The Ballet's strange new direction
TAKING to the stage at the Academy for Performing Arts (APA) next month are the dancers of the Hongkong Ballet in a work called The Strangers. And that, folks, is spelled I.R.O.N.Y.
Coming in the wake of the Great Purge, where 11 contracted dancers were either fired or chose not to renew their contracts, and in which artistic director Bruce Steivel announced the recruitment of seven APA graduates and six overseas talents, The Strangers smacks of too-good-to-be-true coincidence.
Consider the synopsis: The Strangers is an abstract commentary on Hongkong. Through three acts, a loose story unfolds where a dance rehearsal is influenced by outside forces. In one segment, mysterious, sunglassed individuals carrying suitcases interruptthe flow of the rehearsal.
''It's a little like living in Hongkong,'' said choreographer Helen Lai. ''All the changes that are happening: different people coming into one's space, exerting their own particular dominance. And these strangers appear to be threatening because they represent an unknown.'' Incredibly, Lai made those comments long before the changes took place. Even before the purge, Lai's involvement with the ballet raised eyebrows.
Although she is an experienced, award-winning choreographer, Lai is of the experimental persuasion - hardly the kind of artist associated with the conventions of ballet.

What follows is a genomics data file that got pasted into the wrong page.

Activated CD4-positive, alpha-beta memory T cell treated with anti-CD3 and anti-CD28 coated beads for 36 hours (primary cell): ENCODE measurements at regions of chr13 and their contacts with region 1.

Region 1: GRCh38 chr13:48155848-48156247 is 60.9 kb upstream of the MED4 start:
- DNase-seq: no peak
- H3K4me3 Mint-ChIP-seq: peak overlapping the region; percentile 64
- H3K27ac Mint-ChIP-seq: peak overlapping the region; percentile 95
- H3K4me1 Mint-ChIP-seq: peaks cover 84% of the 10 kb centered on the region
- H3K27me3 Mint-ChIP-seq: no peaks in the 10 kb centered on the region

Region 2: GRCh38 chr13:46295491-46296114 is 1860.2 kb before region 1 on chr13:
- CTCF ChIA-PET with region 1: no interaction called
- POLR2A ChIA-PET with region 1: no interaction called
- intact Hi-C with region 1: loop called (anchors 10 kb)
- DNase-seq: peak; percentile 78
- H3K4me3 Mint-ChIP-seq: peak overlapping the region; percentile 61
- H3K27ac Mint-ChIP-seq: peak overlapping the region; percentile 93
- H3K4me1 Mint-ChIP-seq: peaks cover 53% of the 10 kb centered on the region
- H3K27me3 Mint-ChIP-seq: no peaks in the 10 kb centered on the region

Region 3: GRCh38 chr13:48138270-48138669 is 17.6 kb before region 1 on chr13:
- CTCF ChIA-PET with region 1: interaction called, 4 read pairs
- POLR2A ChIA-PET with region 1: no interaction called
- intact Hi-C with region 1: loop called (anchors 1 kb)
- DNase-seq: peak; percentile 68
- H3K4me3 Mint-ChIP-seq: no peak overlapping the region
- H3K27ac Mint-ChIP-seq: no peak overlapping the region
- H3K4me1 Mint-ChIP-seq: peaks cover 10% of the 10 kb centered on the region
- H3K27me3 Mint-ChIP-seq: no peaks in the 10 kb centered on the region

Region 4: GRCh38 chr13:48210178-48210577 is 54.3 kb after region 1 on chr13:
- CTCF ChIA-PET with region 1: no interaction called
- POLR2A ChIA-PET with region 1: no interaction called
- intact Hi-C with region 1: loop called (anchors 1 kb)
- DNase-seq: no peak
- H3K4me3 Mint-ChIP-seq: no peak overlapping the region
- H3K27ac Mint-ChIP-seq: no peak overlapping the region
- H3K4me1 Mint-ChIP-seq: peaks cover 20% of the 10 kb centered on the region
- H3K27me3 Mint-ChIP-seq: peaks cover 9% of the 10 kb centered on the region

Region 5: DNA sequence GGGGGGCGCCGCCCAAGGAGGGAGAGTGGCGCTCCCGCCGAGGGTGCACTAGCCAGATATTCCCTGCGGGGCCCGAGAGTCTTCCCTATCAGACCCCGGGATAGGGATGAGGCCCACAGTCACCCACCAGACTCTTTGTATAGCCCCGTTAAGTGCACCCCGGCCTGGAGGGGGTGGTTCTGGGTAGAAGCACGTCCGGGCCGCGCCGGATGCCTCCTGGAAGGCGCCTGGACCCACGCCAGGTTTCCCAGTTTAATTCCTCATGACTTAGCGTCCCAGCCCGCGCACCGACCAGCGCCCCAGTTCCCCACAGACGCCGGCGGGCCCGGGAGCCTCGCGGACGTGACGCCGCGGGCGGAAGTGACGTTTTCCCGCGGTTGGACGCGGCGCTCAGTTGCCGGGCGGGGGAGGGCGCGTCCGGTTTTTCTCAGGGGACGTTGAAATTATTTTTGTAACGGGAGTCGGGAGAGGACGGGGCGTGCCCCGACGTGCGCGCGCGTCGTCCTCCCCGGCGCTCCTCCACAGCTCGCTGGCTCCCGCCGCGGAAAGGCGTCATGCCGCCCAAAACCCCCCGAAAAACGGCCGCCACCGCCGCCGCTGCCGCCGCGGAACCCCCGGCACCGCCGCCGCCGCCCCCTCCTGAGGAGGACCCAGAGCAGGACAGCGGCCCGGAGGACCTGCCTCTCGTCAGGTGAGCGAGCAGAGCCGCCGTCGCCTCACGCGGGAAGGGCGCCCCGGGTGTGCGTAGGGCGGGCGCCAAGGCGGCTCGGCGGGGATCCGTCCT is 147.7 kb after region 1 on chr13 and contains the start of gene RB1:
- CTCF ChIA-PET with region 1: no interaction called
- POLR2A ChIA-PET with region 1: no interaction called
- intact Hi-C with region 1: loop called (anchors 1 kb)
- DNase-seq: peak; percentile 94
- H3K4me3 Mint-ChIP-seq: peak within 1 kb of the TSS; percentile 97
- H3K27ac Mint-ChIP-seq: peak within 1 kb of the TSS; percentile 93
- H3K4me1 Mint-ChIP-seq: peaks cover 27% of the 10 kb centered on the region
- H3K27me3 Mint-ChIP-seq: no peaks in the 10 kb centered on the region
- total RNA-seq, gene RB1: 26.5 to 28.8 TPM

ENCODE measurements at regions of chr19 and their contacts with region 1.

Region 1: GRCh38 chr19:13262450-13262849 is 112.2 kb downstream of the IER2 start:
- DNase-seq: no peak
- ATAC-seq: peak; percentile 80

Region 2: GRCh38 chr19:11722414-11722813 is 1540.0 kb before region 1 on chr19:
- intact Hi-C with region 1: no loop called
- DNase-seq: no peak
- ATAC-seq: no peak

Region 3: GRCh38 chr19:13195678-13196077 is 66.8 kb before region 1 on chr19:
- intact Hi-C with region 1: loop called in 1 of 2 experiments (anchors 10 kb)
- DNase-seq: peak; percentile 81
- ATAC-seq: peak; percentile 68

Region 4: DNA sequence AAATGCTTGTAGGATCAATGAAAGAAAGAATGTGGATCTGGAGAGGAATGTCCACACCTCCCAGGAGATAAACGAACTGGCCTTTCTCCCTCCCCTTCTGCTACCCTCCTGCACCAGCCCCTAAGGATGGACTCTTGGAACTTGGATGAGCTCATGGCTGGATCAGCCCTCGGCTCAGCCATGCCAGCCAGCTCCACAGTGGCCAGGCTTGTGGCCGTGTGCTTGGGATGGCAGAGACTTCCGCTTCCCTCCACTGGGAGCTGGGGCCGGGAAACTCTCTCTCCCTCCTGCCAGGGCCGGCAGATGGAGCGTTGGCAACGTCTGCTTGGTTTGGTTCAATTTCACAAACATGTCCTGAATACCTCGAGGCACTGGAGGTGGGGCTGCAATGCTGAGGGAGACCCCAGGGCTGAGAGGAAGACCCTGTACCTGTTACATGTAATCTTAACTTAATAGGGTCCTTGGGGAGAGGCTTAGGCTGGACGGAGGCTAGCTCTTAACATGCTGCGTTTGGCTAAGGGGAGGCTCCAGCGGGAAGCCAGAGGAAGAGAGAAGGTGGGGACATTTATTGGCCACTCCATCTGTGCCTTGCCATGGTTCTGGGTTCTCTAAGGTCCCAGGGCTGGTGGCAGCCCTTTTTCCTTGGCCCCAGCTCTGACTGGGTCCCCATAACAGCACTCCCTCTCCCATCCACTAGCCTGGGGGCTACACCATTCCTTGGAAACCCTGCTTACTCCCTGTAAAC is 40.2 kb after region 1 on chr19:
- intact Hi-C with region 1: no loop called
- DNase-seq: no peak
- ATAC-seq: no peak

Steival said: ''The idea came to me that we should try to do something that had a Hongkong identity. It was a way of getting to see what Hongkong had to offer.
''And while it's difficult to find someone who can combine a modern approach with ballet, I've always admired Helen's work. She brings the two worlds together well and, unlike many modern choreographers, she has an entertaining style.'' Although Lai does have ballet in her background, most of her work has been with the City Contemporary Dance Company, most notably as artistic director from 1985 to 1989. It's no wonder The Strangers' concept is similar to the themes the dance company likes to explore.
Lai also has the luxury of music specifically composed for the performance. At her urging, Steivel commissioned a score from Chan Wing-wah, a professor of music at the Chinese University.
Chan has already composed four symphonies and various orchestral and chamber pieces - compositions performed by the likes of the Kronos Quartet in the United States and the Fires of London.
The Strangers will be the first of a long line of fresh, indigenous presentations from the ballet - a concept Steivel hopes will have a rejuvenating effect.
''I would hope to do something like this at least once a year,'' he said.
''The new ideas, the new concepts, are good for my dancers. Ballet dancers are more staid, more formal, and this allows them to broaden their perspective towards dance.
''We will continue to present classics like The Nutcracker or Cinderella. That's the financial backbone of the Hongkong Ballet. But I hope we will be able to do things like this as well.'' The Strangers is part of the Hongkong Ballet's Galaxy Programme, a collection of various performances at the APA from June 4 to 6.